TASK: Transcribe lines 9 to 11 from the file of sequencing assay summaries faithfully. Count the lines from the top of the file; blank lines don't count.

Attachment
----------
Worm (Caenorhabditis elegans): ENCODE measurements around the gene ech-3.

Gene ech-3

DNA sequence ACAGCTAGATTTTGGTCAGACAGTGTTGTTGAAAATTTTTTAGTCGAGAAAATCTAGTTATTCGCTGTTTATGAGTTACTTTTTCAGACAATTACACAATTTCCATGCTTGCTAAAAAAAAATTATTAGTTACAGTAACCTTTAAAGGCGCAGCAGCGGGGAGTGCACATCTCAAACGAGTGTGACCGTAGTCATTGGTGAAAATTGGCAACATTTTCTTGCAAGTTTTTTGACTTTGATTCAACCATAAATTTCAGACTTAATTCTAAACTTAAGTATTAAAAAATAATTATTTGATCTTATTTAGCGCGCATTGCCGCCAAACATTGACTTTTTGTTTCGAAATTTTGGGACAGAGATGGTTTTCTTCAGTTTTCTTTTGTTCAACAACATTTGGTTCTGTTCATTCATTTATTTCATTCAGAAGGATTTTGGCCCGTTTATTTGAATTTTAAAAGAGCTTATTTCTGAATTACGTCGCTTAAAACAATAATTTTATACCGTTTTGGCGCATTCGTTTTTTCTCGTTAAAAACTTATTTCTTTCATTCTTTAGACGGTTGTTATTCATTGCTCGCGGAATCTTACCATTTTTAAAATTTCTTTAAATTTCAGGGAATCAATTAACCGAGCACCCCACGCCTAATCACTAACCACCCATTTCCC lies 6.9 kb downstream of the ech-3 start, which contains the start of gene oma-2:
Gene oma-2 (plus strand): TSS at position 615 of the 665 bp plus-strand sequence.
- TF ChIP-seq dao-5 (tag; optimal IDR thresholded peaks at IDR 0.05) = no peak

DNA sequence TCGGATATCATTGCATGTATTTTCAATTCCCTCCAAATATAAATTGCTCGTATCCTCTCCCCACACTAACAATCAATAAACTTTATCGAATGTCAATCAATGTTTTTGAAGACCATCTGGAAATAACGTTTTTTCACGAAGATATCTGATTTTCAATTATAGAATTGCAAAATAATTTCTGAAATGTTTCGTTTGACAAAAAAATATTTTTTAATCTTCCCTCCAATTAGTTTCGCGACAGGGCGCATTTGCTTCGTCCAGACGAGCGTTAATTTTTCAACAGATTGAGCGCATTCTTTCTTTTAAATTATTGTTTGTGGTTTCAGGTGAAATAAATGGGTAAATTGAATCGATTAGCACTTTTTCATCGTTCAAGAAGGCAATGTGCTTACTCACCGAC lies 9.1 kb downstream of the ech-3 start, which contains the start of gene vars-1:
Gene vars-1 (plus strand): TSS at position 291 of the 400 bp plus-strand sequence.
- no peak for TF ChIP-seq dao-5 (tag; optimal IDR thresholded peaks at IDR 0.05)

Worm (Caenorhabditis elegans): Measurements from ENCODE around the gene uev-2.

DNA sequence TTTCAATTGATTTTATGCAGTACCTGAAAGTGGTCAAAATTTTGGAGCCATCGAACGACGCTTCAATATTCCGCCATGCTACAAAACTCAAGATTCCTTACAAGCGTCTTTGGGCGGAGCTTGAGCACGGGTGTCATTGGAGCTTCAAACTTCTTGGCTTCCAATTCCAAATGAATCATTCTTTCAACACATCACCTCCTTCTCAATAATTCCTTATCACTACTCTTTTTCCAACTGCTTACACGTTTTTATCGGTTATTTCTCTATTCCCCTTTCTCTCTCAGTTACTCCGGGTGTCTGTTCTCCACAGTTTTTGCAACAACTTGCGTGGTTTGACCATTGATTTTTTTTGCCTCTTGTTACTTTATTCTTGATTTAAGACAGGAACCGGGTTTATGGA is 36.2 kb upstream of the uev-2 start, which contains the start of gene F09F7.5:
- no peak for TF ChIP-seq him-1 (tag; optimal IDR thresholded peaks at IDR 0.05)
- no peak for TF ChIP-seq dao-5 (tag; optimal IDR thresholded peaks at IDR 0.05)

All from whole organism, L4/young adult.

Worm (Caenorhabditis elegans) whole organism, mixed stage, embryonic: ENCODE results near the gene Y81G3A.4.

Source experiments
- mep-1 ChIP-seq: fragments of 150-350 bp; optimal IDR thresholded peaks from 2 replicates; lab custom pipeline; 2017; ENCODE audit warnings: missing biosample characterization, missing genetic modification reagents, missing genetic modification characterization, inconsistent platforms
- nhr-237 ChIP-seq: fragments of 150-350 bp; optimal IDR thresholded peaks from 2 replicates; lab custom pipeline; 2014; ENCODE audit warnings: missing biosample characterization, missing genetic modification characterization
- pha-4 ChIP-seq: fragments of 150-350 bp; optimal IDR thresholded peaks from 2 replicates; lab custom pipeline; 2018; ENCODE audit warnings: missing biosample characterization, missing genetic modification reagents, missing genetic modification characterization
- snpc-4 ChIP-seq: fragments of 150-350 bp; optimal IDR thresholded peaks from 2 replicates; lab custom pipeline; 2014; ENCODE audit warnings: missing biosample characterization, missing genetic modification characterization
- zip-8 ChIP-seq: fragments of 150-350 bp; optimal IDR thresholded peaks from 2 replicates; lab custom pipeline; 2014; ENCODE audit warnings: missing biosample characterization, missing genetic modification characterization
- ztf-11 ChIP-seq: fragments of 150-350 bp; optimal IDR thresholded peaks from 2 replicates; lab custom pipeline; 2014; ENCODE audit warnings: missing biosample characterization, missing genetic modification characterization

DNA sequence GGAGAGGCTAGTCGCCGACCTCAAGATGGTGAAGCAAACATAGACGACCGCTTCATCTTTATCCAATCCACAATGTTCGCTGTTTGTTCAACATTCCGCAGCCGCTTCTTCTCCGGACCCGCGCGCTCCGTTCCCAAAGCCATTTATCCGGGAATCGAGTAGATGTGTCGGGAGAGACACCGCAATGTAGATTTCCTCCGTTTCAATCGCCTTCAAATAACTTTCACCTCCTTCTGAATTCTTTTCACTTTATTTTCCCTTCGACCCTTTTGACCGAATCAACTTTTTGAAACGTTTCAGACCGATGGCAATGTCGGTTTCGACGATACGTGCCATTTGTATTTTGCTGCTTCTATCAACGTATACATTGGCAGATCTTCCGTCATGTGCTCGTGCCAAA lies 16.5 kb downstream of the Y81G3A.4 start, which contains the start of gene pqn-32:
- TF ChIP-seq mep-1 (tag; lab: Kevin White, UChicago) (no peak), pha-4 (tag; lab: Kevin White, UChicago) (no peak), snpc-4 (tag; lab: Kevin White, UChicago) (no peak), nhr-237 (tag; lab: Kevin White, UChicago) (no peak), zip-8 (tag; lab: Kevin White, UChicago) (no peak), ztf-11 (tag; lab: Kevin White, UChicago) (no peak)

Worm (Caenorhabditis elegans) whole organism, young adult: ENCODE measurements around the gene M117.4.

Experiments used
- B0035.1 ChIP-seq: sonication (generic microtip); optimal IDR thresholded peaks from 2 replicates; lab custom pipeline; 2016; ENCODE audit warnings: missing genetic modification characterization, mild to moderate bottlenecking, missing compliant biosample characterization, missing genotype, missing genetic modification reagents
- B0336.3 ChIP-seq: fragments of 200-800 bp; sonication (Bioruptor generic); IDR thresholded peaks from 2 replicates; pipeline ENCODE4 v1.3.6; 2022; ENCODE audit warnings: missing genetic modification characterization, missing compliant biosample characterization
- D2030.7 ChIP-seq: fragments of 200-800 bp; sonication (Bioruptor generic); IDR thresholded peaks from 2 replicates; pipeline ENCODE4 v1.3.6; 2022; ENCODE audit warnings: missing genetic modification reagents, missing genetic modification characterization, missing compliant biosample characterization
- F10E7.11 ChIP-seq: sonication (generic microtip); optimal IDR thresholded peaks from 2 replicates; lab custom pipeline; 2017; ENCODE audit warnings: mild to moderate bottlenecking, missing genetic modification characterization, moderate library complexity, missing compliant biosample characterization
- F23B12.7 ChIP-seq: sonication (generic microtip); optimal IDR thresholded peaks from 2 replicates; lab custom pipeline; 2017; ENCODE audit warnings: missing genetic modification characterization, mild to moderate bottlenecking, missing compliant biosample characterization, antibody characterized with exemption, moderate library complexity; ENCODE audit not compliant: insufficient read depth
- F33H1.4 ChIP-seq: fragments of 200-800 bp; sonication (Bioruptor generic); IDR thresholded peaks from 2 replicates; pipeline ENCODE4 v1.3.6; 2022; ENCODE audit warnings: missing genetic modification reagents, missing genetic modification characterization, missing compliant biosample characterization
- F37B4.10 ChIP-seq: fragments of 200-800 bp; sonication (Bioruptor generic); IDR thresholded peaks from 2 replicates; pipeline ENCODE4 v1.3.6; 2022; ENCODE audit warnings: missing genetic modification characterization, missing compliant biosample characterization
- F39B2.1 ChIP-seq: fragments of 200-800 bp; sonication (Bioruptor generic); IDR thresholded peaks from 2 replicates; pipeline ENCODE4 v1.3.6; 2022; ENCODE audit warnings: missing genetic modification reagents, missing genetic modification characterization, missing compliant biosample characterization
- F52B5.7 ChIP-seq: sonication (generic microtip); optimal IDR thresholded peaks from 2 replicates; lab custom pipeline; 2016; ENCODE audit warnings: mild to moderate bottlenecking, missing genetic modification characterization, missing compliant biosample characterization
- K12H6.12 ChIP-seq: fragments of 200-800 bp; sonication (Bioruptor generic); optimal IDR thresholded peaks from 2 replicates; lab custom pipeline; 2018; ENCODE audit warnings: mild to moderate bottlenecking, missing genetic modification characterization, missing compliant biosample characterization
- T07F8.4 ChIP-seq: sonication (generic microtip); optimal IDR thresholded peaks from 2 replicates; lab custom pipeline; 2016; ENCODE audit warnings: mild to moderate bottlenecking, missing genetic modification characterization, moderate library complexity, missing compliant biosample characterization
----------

Worm (Caenorhabditis elegans): Measurements from ENCODE around the gene uev-2.

DNA sequence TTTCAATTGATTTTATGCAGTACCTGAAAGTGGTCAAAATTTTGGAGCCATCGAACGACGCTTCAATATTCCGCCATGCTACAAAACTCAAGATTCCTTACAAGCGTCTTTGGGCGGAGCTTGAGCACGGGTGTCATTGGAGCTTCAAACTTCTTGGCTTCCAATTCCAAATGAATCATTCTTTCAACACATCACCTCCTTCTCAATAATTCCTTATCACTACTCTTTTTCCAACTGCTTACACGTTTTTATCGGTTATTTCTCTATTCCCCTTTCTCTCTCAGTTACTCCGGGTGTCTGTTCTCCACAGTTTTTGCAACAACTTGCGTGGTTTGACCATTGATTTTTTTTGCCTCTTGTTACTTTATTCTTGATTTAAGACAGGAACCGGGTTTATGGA is 36.2 kb upstream of the uev-2 start, which contains the start of gene F09F7.5:
- no peak for TF ChIP-seq him-1 (tag; optimal IDR thresholded peaks at IDR 0.05)